Gorniak is a real athlete. It’s likely what made the Canadiens so interested in him. He finished at the top of many categories at the scouting combine and, on the ice, is an explosive skater who can put up a lot of speed with the usage of quick cross-overs. His speed alone was no match for a lot of the opponents he faced this year, which helped him dominate. He has offensive talent, but doesn’t impress with great hands or vision.

He will join the University of Wisconsin this season. This should be a challenge for him due to the much higher level of competition, but Gorniak is an intense worker who could find success in a checking role with his relentless energy even in his first few steps with the Badgers.

38. Scott Walford - Defenceman - 19 - Victoria Royals

Walford is about the same player as he was at this time last year. He is relied upon with the Victoria Royals, getting his minutes on the penalty kill and even featuring at the point on their first unit of the power play, but he doesn’t stand out on the ice very often.

He is a safe defender who can distribute the puck, but won’t attempt many plays with it. He has good mobility and there’s the odd offensive pinch, but he is not a player you can count on to push the pace of the game or spark something on the attack for his team.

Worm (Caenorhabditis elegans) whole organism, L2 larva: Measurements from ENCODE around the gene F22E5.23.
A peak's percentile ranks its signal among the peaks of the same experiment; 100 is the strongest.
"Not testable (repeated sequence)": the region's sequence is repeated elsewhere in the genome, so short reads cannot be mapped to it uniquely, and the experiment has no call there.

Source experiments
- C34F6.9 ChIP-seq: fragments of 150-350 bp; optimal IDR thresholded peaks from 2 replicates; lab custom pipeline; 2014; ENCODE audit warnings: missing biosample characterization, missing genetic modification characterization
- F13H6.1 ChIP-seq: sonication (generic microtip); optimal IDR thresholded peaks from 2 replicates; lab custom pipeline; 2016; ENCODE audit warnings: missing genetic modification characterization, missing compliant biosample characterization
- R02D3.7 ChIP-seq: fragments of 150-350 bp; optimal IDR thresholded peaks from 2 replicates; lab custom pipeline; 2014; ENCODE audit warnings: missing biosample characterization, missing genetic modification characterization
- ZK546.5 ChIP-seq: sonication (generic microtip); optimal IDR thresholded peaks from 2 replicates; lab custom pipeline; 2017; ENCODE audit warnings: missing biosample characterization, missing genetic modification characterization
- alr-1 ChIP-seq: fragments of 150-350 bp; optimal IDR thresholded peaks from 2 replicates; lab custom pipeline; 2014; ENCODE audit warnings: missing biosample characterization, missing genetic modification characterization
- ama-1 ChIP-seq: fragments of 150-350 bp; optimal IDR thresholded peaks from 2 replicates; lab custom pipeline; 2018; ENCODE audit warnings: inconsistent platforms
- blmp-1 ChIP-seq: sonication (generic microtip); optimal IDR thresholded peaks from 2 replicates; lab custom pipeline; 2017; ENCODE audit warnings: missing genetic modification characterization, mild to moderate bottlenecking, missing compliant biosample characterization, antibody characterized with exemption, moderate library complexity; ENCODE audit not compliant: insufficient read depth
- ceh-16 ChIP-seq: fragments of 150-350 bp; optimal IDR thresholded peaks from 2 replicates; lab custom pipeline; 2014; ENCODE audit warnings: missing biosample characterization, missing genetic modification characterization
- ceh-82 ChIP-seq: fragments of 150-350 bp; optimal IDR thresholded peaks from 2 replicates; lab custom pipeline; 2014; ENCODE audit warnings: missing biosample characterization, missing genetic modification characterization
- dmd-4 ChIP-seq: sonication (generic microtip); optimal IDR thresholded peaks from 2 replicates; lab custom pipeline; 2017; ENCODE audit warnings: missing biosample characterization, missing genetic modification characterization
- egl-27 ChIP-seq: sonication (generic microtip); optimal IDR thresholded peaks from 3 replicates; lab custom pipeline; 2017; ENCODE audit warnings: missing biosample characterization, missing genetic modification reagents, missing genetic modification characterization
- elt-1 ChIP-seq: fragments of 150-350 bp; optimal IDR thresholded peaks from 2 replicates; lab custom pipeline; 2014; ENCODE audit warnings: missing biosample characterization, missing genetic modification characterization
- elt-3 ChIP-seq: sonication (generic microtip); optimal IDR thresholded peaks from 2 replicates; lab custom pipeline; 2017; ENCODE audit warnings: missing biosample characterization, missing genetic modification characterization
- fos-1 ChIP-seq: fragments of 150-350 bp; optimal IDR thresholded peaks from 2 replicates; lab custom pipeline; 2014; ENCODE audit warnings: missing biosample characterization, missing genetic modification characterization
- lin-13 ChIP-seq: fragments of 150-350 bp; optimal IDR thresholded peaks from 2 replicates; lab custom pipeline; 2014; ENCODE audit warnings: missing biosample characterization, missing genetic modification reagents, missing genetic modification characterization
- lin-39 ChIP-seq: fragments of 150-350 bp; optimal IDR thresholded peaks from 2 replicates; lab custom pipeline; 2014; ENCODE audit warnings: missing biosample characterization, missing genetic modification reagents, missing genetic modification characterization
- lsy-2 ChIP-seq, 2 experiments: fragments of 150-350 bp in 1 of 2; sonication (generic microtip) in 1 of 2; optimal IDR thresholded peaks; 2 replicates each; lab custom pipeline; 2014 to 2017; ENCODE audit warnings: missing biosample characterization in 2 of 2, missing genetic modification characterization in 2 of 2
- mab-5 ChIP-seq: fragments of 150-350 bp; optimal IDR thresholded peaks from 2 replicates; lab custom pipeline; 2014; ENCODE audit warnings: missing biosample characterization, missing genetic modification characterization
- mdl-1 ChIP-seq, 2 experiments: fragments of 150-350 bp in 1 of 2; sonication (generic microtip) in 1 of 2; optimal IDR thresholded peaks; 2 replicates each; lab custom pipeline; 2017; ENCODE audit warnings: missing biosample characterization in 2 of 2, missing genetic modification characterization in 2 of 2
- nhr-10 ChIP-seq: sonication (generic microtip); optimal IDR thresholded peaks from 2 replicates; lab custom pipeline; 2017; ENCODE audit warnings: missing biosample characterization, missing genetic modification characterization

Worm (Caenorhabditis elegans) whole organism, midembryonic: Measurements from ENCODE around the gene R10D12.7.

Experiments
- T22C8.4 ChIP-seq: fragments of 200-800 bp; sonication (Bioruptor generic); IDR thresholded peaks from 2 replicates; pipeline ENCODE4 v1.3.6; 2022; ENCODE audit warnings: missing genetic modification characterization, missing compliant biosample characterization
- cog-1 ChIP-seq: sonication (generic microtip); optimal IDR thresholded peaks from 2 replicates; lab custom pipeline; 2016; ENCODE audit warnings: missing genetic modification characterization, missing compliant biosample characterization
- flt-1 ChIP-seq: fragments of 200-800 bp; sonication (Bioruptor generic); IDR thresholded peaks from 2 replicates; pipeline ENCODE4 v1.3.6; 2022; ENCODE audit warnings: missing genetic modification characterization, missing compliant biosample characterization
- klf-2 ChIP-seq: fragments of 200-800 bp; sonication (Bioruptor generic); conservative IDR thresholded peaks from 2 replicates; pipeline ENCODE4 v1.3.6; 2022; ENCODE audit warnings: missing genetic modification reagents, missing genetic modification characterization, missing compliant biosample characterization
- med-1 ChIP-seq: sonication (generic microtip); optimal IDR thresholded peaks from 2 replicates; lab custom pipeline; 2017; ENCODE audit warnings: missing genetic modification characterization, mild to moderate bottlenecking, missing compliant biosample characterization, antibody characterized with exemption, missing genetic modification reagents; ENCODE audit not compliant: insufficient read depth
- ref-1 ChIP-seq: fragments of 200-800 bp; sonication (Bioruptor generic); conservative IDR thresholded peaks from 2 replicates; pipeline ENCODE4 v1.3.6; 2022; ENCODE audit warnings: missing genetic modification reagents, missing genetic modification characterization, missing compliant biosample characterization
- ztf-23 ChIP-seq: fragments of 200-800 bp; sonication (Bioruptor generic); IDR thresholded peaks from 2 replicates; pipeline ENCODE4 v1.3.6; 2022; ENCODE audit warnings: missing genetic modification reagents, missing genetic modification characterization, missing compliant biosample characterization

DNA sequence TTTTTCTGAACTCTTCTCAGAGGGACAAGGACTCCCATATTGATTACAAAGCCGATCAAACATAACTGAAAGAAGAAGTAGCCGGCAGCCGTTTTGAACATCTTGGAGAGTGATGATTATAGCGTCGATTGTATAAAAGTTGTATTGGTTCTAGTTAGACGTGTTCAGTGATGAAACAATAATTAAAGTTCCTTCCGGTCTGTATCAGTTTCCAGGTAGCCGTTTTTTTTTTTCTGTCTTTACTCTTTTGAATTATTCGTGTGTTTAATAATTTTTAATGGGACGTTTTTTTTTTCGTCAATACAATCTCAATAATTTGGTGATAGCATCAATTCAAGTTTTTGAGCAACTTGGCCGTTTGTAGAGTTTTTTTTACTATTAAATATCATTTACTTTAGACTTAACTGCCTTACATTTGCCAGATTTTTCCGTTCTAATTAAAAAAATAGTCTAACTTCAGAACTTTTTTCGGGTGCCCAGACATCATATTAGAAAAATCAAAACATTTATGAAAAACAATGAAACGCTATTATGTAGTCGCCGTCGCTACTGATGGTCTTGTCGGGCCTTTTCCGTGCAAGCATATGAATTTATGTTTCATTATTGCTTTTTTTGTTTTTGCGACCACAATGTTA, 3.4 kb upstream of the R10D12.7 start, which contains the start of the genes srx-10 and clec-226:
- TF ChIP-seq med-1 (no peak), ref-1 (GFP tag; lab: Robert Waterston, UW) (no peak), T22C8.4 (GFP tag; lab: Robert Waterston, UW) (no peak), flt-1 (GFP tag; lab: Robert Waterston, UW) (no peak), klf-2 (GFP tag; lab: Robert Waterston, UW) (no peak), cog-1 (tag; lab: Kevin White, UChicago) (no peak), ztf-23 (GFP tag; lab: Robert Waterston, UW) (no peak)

This description paints the portrait of a defensive defenceman, but Walford also has some deficiencies away from the puck as well. He can box out opponents, but he is often too passive and doesn’t have the awareness necessary to carve out a career as a defensive stalwart. He will have to become more solid on this side of the game to distinguish himself from the other WHL defencemen drafted last year, who all have either greater potential or made bigger strides in their development.

37. Hayden Verbeek - Forward - 20 - Sault Ste. Marie Greyhounds

Verbeek is an exceptional skater. He is undersized, but his great two-way game should have him remain a pivot even at the professional level. He has found ways around his smaller stature, using his feet to pick the pocket of much bigger forwards, turning away from them, and exploding to the open ice with a couple of pushes.

He has good hands that can work well with the incredible speed that his feet can generate, and he could be a candidate for a breakout in his offensive game, especially because he scores many of his goals right at the doorstep by jumping on loose pucks as he flies in and out of the slot.

Unfortunately, history plays against Verbeek. He was never drafted and didn’t register many points in his OHL career until this season: his over-age one. He has an elite skill in his skating ability, but the chances of him making the NHL remain slim. That being said, his work ethic makes him an easy player to root for.